“The national team is the flagship of that – but it’s more than that, the dimensions of it are frightening. When you become the national manager, you realise how important it is to the country, because people are patriotic about it. And winning does mean such a lot.”
p.84 (Mandarin, 1991)
That being the case, can the England team do the country proud and improve the country’s mood?
As anyway who remembers those times will recall, it was certainly needed. 1990 was a time when football was at its nadir in England, what with the clubs still being banned from European competitions after the events of Heysels, and the stadium tragedy at Hillsborough the previous year. Much of the focus pre-tournament was on the notorious hooligans and their constant running battles with the police:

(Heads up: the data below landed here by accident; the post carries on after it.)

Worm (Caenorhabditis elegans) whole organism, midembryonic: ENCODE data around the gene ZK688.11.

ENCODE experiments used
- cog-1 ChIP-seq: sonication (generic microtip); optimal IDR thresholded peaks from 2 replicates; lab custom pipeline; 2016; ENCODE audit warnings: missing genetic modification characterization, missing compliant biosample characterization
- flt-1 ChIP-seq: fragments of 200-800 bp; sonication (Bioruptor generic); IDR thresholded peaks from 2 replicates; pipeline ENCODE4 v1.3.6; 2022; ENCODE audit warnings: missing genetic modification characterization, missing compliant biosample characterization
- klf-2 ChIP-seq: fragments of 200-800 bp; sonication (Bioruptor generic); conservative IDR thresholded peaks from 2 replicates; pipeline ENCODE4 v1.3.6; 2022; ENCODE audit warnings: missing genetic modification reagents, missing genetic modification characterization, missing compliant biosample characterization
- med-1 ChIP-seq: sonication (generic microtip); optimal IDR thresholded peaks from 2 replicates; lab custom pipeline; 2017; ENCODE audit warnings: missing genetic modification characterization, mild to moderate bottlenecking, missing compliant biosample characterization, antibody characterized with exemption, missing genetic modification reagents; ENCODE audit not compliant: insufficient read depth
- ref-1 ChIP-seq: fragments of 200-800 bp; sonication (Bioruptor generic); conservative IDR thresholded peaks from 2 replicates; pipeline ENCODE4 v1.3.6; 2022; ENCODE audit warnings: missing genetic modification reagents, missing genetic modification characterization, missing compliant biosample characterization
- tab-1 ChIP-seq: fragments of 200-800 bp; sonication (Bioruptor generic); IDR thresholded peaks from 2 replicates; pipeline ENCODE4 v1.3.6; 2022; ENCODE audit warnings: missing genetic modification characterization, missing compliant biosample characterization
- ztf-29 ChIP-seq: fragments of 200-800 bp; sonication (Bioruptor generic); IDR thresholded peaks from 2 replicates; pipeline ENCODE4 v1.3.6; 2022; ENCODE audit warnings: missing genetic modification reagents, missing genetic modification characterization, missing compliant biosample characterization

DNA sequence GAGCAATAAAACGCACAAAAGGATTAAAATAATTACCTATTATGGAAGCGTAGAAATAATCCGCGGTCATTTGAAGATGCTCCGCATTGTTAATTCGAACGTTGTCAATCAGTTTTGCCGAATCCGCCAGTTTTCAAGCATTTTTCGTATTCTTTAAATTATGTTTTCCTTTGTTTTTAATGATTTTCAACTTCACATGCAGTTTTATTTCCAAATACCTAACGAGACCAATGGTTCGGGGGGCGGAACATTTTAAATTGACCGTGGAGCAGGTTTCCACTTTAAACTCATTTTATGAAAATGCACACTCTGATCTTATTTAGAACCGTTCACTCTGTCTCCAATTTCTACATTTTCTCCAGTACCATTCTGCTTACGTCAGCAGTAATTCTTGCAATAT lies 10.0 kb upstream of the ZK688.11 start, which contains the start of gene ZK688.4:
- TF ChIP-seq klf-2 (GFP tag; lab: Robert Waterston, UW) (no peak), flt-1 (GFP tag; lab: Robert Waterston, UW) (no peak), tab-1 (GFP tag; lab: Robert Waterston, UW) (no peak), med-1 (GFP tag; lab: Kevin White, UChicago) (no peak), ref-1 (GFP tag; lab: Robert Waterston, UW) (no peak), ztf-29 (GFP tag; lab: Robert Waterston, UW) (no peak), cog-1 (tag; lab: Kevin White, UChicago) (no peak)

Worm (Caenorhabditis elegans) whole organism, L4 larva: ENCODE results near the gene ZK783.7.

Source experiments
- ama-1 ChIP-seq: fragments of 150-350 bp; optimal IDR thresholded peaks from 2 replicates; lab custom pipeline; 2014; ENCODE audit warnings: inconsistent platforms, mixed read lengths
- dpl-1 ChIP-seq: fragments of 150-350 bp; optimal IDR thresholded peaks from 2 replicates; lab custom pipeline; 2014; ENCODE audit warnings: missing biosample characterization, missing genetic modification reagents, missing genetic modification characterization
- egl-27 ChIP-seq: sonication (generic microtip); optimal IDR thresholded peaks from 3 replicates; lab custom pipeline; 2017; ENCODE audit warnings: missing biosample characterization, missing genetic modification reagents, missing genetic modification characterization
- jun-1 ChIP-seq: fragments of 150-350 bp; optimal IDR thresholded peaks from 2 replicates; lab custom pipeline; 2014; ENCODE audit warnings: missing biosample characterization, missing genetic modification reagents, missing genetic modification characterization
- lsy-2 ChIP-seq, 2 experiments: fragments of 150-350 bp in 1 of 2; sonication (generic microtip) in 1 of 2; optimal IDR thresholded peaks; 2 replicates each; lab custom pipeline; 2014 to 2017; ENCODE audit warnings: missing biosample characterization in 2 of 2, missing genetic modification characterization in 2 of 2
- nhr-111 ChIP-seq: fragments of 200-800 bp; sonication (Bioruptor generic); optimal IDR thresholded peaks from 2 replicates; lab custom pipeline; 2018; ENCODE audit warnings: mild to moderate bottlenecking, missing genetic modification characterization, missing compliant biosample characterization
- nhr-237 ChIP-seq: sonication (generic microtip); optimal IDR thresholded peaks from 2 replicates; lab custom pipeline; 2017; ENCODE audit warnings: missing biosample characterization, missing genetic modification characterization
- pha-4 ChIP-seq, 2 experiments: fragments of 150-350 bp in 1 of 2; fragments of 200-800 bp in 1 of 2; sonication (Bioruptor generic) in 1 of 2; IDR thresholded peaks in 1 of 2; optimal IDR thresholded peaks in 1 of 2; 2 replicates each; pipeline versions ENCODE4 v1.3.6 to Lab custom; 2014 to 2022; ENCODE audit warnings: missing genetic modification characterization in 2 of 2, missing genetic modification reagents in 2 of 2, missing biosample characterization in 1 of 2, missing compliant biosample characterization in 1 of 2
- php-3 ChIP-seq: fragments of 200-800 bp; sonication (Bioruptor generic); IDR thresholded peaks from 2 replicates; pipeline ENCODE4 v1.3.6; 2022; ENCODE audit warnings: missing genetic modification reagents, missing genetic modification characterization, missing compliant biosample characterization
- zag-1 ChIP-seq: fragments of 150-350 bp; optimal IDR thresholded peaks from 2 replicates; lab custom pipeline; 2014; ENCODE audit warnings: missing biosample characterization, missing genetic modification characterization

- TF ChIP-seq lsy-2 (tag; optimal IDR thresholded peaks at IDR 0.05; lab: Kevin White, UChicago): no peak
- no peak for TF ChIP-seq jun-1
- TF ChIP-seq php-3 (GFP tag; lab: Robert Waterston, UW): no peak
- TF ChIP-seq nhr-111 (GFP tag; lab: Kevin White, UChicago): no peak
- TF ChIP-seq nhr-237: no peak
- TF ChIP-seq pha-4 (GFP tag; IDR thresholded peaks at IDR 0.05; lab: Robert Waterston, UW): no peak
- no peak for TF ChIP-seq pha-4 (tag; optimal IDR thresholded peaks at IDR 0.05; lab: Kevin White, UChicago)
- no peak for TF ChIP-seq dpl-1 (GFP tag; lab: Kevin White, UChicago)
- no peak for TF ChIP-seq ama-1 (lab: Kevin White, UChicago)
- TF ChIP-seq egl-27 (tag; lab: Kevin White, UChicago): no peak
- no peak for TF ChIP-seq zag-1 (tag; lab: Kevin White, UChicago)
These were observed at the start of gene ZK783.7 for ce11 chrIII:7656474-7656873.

“These, it seemed, were the new horror days of a nation that was all played out, a nation of riot and yobbery, a nation whose football was oafish and whose fans were louts, a nation with a ridiculous government, an economy in a tailspin, food you daren’t eat and weather you daren’t go out in… England, England, whatever the hell happened to England?” (p.6)
And, twenty-four years on… It was little surprise when England were exiled to Sardinia for the group stages, only being allowed into Italy ‘proper’ once the knock-out stage had begun.
Sadly, the football was just as dire as the behaviour off the pitch, and another running theme of the book is the need to change a failing system – or, to put it in footballing terms, to 4-4-2 or to 3-5-2. In many interviews with the manager, the late Sir Bobby Robson, Davies tries to understand the thinking behind his stubborn defence of his tactics (and the violently sudden about-face during the tournament). Robson is a man from another generation, and it shows in the way he views the World Cup, with war metaphors never far from his description of England’s (ahem) ‘campaign’.